Integrating Technology To Improve Student Achievement (Author: F. Davis)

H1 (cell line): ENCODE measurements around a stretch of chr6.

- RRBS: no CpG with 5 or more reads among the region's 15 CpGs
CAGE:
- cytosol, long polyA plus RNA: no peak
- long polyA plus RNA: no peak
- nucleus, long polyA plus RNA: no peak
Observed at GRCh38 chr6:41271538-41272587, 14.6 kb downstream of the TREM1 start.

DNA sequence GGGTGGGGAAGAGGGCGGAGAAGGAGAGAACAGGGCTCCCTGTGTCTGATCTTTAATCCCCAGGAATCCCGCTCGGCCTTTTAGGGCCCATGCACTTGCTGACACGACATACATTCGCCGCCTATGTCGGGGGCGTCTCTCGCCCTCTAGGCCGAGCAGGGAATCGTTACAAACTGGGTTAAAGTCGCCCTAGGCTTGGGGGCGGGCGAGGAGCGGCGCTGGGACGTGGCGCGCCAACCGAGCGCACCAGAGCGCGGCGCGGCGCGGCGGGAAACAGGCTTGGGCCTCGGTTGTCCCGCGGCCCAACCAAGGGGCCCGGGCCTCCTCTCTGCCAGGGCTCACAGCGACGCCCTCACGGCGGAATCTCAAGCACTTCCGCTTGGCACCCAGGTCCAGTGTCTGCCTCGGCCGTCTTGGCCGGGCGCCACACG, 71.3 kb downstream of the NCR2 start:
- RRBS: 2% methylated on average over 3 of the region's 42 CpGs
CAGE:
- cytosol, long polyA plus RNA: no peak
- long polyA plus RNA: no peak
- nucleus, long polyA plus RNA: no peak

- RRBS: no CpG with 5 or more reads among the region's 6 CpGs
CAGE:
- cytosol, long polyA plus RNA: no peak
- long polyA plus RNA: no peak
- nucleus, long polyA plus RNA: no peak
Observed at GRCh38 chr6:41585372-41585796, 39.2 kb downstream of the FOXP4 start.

Educators have always worked hard to keep their students motivated. Over the last ten years, I have seen a significant decrease in the motivation of my students to pay attention, stay on task and complete assignments. I believe this plays a major role in the declining achievement I am seeing. One of the major factors contributing to students’ declining achievement is the lack of motivation students have to acquire and use new knowledge in the classroom. Their discontent may result from teachers offering of the same curriculum of standard instructional practices year after year (Edwards, Spencer and Spencer, 1991). After studying the assumptions we make as educators, I realized that we are trivializing the curriculum. By mandating curriculum and state testing, we have begun teaching to the test not teaching to learn (Bloom, 2007). Recent legislative mandates, such as the No Child Left Behind act, have increased the demands on schools to provide every child access to a high quality education in hopes of closing the achievement gap (Mouza, 2008). As described in the organizational frame, districts are coming up with programs to keep up with what students have to know to perform on the testing. Unfortunately, students are coming to us with less motivation to learn due to their cultural frame (Posner, 2004). They live in a world of technology. They come to us technology savvy (Harvey –Woodall, 2009). They have cell phones, I pods and most of them have computers and access to the internet at home. Although our government and businesses are trying to get technology into the classrooms as fast as they can, technology in the average classroom is lacking (Mouza, 2008). Then they show up in class and we have two computers for 30 kids if we are lucky. We are teaching our students that the best place to look for information about giraffes is in an encyclopedia because that is what will be on our testing. We know that is not the best place. We should be teaching these children using the internet. We should be motivating them to be consumers of knowledge with the technology that they will use in the real world. When exploring my “landscape” of teaching, my basic belief in teaching children to become productive members of our community was reinforced. I want my students to solidify knowledge that will continue to be useful in their daily lives as long as they live. That is where I focus my effort. Teachers are searching for ways to motivate these young learners and I believe using authentic life skills such as the use of technology to gain and communicate knowledge is the answer.

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